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Why bail bond companies could be hesitant to work with Lori Vallow-Daybell despite lowered bail

Posted at 6:36 AM, Mar 10, 2020
and last updated 2020-03-10 08:36:13-04

REXBURG, Idaho — Three days after a judge lowered her bond from $5 million to $1 million, Lori Vallow-Daybell is still in jail, and it appears some Idaho bail bonds companies won’t take her on as a client.

A bail bonds company said multiple businesses have decided not to work with Lori Vallow-Daybell., who was arrested in Hawaii last month in connection with the case of her two missing children. At least two bail bonds businesses told East Idaho News they declined to work with her.

At first, it was expected that Vallow-Daybell would get out of jail Friday night, hours after the court hearing that ended with a lower bond. By Monday night, it appeared Vallow-Daybell still had not bonded out.

Anyone who finds themselves in jail can reach out to a bail bonds company for help.

L. Dominic Sanone, President of Dewey’s Bail Bonds Inc, takes calls throughout the day and night from potential clients in the Salt Lake Valley. He explained some of the reasons why a company won’t take on a client.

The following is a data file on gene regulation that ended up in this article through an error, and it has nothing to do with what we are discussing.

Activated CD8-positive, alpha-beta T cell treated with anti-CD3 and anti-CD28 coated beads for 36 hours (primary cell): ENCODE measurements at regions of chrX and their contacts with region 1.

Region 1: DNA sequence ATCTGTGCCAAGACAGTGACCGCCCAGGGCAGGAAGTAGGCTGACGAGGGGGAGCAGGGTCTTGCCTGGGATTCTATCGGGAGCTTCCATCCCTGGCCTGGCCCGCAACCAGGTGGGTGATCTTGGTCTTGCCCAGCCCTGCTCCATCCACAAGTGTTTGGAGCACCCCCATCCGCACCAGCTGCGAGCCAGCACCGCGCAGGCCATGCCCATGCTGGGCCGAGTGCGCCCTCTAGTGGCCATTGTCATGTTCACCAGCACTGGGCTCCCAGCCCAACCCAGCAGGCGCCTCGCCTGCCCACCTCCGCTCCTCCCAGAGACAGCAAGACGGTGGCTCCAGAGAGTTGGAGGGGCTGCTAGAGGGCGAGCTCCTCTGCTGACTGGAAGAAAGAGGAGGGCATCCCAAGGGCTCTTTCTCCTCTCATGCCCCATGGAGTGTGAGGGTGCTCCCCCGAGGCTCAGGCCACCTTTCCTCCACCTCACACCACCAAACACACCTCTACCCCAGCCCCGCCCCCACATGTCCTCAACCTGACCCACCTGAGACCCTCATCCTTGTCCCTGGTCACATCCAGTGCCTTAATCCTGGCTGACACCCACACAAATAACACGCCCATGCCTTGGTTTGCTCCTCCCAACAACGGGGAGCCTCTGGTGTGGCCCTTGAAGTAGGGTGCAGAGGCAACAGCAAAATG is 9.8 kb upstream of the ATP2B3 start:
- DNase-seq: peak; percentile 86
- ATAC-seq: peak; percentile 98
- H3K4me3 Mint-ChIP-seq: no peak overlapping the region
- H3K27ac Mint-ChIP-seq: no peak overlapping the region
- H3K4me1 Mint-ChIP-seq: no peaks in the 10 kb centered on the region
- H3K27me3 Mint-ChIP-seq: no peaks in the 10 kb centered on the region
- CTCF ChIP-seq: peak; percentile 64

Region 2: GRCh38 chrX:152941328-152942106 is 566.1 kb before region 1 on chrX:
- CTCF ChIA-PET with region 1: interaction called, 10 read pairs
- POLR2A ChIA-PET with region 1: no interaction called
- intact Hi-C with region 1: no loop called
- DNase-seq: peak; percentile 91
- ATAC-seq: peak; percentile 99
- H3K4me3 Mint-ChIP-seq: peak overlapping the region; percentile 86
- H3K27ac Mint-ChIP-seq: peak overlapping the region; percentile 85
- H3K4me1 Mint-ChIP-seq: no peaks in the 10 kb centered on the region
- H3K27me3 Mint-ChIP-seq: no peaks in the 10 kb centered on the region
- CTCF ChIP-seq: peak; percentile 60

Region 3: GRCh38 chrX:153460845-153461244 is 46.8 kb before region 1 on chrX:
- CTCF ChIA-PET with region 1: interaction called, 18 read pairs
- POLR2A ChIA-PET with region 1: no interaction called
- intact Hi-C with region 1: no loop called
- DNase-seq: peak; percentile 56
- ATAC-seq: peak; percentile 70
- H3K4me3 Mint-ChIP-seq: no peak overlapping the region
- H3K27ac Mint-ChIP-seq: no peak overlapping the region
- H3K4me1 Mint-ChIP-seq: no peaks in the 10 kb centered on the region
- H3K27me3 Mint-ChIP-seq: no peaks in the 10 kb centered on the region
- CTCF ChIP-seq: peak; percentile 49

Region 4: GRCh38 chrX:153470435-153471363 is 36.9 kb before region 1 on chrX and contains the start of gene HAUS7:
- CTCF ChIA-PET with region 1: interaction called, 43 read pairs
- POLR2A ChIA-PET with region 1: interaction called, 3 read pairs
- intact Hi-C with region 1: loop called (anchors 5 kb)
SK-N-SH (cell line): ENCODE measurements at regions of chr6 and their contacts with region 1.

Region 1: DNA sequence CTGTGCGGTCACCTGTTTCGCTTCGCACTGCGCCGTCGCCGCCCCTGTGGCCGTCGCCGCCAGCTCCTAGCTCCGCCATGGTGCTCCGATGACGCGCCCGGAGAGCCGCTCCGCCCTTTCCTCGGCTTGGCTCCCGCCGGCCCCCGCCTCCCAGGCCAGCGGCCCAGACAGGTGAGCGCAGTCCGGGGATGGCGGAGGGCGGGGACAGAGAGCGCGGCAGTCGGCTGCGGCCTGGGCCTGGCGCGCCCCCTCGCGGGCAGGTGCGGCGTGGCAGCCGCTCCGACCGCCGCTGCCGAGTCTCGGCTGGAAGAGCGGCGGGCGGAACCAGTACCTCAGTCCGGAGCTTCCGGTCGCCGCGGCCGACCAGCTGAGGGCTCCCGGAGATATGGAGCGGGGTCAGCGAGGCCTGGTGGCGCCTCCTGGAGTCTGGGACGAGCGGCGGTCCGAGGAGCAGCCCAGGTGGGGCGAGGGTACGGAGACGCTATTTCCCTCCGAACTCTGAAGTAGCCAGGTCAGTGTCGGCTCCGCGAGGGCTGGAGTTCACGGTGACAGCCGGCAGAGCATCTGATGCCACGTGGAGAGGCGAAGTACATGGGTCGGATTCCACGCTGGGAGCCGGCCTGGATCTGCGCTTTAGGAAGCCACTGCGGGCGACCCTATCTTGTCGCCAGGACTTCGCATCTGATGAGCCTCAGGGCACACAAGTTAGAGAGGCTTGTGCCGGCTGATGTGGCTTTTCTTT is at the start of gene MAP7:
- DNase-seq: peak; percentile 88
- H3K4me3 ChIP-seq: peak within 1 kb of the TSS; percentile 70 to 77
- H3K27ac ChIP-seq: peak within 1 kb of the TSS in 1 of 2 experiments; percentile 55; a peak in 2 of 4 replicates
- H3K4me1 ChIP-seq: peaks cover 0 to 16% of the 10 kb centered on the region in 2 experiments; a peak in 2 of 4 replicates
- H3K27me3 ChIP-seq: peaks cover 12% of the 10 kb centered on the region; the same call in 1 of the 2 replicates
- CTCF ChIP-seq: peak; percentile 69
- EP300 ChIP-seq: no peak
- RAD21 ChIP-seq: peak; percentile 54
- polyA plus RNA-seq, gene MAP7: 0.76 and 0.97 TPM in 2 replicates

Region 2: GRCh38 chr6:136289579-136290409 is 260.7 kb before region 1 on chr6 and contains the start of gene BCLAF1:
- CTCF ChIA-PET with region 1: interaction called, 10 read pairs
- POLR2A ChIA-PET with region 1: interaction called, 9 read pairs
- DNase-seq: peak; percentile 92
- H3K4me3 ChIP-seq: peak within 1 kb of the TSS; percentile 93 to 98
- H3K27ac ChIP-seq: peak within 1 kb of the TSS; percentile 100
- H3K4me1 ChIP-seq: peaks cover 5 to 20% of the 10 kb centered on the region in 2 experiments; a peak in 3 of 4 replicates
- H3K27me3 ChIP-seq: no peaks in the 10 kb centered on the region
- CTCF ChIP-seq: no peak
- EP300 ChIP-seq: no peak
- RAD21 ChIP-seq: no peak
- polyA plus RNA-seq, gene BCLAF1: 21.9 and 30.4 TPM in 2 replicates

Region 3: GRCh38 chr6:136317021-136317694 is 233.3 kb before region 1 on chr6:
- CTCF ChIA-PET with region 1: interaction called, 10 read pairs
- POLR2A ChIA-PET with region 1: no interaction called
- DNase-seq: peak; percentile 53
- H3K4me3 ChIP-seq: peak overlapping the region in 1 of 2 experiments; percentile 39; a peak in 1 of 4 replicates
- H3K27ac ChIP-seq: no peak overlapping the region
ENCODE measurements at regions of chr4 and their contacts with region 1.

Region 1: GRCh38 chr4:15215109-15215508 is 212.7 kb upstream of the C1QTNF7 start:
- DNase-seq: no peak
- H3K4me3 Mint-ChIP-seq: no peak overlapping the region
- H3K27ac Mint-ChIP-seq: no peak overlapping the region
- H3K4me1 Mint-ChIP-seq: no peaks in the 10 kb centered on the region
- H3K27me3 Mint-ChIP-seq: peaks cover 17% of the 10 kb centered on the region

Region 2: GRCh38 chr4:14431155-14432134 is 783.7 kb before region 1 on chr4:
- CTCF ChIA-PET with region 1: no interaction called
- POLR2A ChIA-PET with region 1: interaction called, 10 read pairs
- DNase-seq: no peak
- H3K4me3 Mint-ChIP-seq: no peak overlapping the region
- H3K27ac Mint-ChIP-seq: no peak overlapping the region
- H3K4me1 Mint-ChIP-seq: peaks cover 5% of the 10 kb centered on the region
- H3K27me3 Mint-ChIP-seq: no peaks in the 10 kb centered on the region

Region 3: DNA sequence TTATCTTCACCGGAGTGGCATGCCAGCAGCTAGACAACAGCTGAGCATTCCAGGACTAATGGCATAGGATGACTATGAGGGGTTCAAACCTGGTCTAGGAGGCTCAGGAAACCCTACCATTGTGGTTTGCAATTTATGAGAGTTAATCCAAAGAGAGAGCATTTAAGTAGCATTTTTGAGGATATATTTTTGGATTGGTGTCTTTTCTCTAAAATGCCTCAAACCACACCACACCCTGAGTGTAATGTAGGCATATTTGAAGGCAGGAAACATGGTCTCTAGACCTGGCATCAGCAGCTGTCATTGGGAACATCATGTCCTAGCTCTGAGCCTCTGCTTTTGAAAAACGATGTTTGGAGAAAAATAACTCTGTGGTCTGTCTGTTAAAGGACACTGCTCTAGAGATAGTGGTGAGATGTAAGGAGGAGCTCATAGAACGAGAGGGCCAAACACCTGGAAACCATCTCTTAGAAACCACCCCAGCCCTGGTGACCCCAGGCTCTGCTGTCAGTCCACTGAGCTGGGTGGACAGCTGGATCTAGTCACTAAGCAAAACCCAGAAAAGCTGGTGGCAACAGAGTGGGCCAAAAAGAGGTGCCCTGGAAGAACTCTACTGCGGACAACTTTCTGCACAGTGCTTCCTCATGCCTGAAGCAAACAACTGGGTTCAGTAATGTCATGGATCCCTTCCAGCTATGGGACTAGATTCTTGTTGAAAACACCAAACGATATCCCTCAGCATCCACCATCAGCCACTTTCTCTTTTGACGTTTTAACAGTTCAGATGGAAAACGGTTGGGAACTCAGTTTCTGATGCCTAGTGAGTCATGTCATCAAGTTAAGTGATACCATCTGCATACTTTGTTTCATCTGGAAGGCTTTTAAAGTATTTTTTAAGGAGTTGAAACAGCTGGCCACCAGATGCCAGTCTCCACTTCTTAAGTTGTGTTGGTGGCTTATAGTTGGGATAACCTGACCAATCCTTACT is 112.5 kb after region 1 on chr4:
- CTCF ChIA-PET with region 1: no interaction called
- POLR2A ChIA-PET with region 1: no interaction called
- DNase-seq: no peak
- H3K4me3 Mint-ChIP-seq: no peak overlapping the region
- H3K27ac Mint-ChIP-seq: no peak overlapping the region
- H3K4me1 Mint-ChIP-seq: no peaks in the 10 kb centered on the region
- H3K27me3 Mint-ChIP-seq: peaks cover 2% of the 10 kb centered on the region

Some bail bonds businesses may not have enough insurance to cover a high $1 million bond, he said.

“I would assume that the companies in Rexburg are used to writing $1,500 bails, and maybe $10,000 is a large bond,” Sanone said. “It’s a small city.”

There are other hoops to jump through as well before working with someone, he indicated, such as ensuring the person can pay the bail fee and that they can offer up collateral.

The bail fee in Vallow-Daybell’s case is $100,000, which is 10 percent of the bond.

Sanone explained that the collateral needs to be substantial.

“Normally we’re talking about hundreds of thousands or millions [of dollars], we need a piece of property, with equity in it. Close to a million dollars,” he said, of what kind of collateral his company looks for in similar cases.

In addition, Sanone said bail bonds companies need to make sure the person will go to court and isn’t a flight risk.

Even if everything checks out, according to Sanone, a bail bonds business may have other reasons not to work with clients like Vallow-Daybell.

“I would take a very hard look at everything involved in that case, just due to the circumstances,” he said. “You got a dead husband, a dead wife, and then two missing children. It stinks to high heaven, so to speak.”

Vallow-Daybell has a legal right to bond out, and Sanone said until she’s convicted, she should be able to post bail.

However, he also explained that it’s about whether or not a bail bonds company wants to take on that risk.

“It’s such a high profile case; I don’t think there’s many places that she could go,” he said.

If Vallow-Daybell bonds out, she will have to follow court-ordered restrictions, including staying within a 4-county perimeter and wearing an ankle monitor.

Her two children, 17-year old Tylee Ryan and 7-year old Joshua “JJ” Vallow , are still missing. Vallow-Daybell is in jail on felony charges of desertion and nonsupport of her children, as well as misdemeanor charges related to the case.

This story was originally published by Lauren Steinbrecher on KSTU in Salt Lake City.